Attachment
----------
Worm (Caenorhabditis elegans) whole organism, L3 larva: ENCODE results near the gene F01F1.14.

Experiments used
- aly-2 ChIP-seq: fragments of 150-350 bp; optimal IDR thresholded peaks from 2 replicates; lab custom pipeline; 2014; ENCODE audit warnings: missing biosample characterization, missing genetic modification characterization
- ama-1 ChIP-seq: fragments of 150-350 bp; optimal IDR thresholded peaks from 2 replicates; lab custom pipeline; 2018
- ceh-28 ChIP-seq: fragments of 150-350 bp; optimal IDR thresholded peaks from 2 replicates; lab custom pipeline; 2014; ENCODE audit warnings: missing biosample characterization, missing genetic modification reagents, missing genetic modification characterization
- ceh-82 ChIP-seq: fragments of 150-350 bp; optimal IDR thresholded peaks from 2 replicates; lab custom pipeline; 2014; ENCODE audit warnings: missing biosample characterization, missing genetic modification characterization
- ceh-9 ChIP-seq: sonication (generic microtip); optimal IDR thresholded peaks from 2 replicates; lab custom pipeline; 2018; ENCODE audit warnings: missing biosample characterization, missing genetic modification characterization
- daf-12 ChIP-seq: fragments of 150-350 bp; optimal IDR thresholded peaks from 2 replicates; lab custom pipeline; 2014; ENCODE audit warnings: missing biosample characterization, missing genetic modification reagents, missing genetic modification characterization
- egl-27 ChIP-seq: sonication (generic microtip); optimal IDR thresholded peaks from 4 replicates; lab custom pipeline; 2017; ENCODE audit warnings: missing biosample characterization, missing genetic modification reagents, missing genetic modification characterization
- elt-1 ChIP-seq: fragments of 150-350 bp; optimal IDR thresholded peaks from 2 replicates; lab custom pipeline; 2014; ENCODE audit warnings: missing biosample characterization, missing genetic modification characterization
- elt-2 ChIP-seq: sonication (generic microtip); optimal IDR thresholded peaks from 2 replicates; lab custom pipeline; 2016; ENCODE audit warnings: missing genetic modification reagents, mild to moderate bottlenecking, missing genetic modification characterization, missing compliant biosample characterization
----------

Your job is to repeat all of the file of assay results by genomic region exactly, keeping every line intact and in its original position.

Worm (Caenorhabditis elegans) whole organism, L3 larva: ENCODE results near the gene F01F1.14.

Experiments used
- aly-2 ChIP-seq: fragments of 150-350 bp; optimal IDR thresholded peaks from 2 replicates; lab custom pipeline; 2014; ENCODE audit warnings: missing biosample characterization, missing genetic modification characterization
- ama-1 ChIP-seq: fragments of 150-350 bp; optimal IDR thresholded peaks from 2 replicates; lab custom pipeline; 2018
- ceh-28 ChIP-seq: fragments of 150-350 bp; optimal IDR thresholded peaks from 2 replicates; lab custom pipeline; 2014; ENCODE audit warnings: missing biosample characterization, missing genetic modification reagents, missing genetic modification characterization
- ceh-82 ChIP-seq: fragments of 150-350 bp; optimal IDR thresholded peaks from 2 replicates; lab custom pipeline; 2014; ENCODE audit warnings: missing biosample characterization, missing genetic modification characterization
- ceh-9 ChIP-seq: sonication (generic microtip); optimal IDR thresholded peaks from 2 replicates; lab custom pipeline; 2018; ENCODE audit warnings: missing biosample characterization, missing genetic modification characterization
- daf-12 ChIP-seq: fragments of 150-350 bp; optimal IDR thresholded peaks from 2 replicates; lab custom pipeline; 2014; ENCODE audit warnings: missing biosample characterization, missing genetic modification reagents, missing genetic modification characterization
- egl-27 ChIP-seq: sonication (generic microtip); optimal IDR thresholded peaks from 4 replicates; lab custom pipeline; 2017; ENCODE audit warnings: missing biosample characterization, missing genetic modification reagents, missing genetic modification characterization
- elt-1 ChIP-seq: fragments of 150-350 bp; optimal IDR thresholded peaks from 2 replicates; lab custom pipeline; 2014; ENCODE audit warnings: missing biosample characterization, missing genetic modification characterization
- elt-2 ChIP-seq: sonication (generic microtip); optimal IDR thresholded peaks from 2 replicates; lab custom pipeline; 2016; ENCODE audit warnings: missing genetic modification reagents, mild to moderate bottlenecking, missing genetic modification characterization, missing compliant biosample characterization